Least Valuable Player – Kevin Love
Kevin Love might be the most valuable player on the Minnesota Timberwolves, but on Sunday night he was better as a towel waiver and hand clapper than as a scorer or impact rebounder. His limitations – athleticism, lift, height for his position – will never be more glaring than in an NBA All-Star Game. Love finished with two points, four rebounds and one assist in 11 minutes.
Best Moment – Kobe Bryant dunks on LeBron James in transition
As the West looked to pull away in the third quarter, LeBron James tried to shift the momentum by foolishly attempting a chasedown block from behind as Bryant coasted in for a transition dunk. 'Bron got up, but Bryant got up higher, throwing down a two-handed dunk with force to many oohs and aahs from the Lakers fans in attendance. (The dunk is pictured above.)
I get that the paint has to be protected and nobody wants to be in a post, but a third quarter drive from Kevin Durant ended in a massive collision when Dwight Howard met him high off the ground with full force. The resulting crash to the ground had people gasping, but Durant shook off the hit and headed quietly to the free throw line.
Most Thoughtful -- Drake
During a halftime show cameo, rapper Drake joined Rihanna on stage for a rendition of their hit “What’s My Name?” Drake flipped up the lyrics to wish Rihanna a happy birthday as Sunday was her 23rd birthday. Rihanna was later joined by an energetic Kanye West as well, making for a memorable and well-received halftime show.
Most Historic – Bill Russell
During a first half break in action, legendary Boston Celtics center Bill Russell was recognized for winning the President Medal of Freedom this week. Russell, who was wearing the medal, was cheered loudly by the crowd, a nice gesture considering the current Celtics were roundly booed when they entered the game.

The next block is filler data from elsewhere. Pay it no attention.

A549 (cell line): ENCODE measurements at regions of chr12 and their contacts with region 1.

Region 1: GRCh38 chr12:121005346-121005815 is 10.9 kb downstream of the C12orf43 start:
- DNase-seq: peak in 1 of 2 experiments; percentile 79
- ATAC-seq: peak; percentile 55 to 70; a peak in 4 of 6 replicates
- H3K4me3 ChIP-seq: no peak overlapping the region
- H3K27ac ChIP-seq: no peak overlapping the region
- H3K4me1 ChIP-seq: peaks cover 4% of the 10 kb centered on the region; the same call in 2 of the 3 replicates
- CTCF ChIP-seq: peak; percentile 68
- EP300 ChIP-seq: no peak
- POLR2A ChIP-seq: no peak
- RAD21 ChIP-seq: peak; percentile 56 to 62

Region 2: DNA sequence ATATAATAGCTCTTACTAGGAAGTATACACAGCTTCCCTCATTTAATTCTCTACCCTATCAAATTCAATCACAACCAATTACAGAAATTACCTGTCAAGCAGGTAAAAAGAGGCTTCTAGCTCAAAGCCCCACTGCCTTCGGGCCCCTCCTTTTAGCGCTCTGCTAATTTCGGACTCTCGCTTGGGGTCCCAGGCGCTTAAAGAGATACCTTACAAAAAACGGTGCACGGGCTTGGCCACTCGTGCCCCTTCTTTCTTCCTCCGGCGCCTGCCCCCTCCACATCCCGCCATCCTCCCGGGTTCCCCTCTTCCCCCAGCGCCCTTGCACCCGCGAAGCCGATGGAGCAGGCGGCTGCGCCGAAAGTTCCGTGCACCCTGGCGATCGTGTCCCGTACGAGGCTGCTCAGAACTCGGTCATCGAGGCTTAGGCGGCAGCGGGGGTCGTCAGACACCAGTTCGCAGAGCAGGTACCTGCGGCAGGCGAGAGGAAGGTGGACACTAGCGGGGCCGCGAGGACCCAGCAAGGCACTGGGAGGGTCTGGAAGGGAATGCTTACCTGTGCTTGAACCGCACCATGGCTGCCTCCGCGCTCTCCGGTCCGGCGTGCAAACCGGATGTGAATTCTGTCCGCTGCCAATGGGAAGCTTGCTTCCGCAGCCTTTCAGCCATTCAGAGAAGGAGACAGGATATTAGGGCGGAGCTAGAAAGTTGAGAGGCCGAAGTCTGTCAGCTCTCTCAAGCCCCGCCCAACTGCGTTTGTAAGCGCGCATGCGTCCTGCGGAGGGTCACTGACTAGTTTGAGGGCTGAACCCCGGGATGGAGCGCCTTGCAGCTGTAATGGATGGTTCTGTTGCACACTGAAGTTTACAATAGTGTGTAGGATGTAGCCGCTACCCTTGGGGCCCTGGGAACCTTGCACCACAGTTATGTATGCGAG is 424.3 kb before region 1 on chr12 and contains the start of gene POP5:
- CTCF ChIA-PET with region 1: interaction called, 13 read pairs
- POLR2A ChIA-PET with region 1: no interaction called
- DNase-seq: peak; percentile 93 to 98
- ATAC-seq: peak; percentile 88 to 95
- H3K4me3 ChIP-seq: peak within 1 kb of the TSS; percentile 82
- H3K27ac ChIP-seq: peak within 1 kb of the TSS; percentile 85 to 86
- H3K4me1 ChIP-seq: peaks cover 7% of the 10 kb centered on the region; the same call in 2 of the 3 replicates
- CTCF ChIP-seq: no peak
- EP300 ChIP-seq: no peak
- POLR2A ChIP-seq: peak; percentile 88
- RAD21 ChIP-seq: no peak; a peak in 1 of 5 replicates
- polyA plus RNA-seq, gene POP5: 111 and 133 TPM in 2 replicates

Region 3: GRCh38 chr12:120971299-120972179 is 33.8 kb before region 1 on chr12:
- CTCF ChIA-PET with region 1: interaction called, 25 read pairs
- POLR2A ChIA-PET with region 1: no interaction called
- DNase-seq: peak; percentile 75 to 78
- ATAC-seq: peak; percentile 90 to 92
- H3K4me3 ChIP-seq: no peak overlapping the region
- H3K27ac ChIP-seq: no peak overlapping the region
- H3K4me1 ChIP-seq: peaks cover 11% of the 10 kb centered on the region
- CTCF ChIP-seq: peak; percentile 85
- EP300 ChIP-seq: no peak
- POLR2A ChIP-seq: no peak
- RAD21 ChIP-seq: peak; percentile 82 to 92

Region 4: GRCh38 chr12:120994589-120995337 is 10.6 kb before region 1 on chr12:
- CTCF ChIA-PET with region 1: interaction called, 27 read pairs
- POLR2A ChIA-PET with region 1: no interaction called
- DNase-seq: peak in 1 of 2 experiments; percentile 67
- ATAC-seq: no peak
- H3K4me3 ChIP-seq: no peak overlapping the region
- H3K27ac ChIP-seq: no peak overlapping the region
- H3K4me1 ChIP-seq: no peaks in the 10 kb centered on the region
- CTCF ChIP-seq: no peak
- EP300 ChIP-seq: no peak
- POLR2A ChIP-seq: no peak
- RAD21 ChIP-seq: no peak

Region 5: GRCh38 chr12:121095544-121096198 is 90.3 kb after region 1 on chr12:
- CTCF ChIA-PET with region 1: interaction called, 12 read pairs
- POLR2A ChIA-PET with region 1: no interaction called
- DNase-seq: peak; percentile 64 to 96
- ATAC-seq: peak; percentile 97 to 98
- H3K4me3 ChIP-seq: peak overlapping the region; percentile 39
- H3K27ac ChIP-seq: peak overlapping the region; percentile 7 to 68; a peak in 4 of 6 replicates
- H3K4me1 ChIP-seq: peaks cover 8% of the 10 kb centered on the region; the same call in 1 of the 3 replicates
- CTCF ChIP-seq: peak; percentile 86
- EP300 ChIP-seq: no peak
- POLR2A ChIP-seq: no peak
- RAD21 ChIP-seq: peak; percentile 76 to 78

Best Coaching Move – Doc Rivers
In the first half, East coach Doc Rivers subbed all four of his Boston Celtics – Rajon Rondo, Paul Pierce, Ray Allen and Kevin Garnett-- into the game simultaneously. What better way for a coach to show his appreciation for as team-first and ego-free group of All-Stars as you’ll find?
Second Best Coaching Move – Gregg Popovich
During the fourth quarter, the Staples Center crowd started a chant of “We want Blake!” West coach Gregg Poppovich immediately obliged their demands. If Bryant is King of L.A., Griffin is surely first in line to take the throne.
Biggest Disappointment – Blake Griffin
In relative terms of course. After showing out big time in the rookie/sophomore game and making history in the Dunk Contest, Blake Griffin was a bit player on Sunday, looking a little bit tentative on offense and managing only a few moments of jaw-dropping glory. Griffin finished with eight points, five rebounds and five assists in 14 minutes.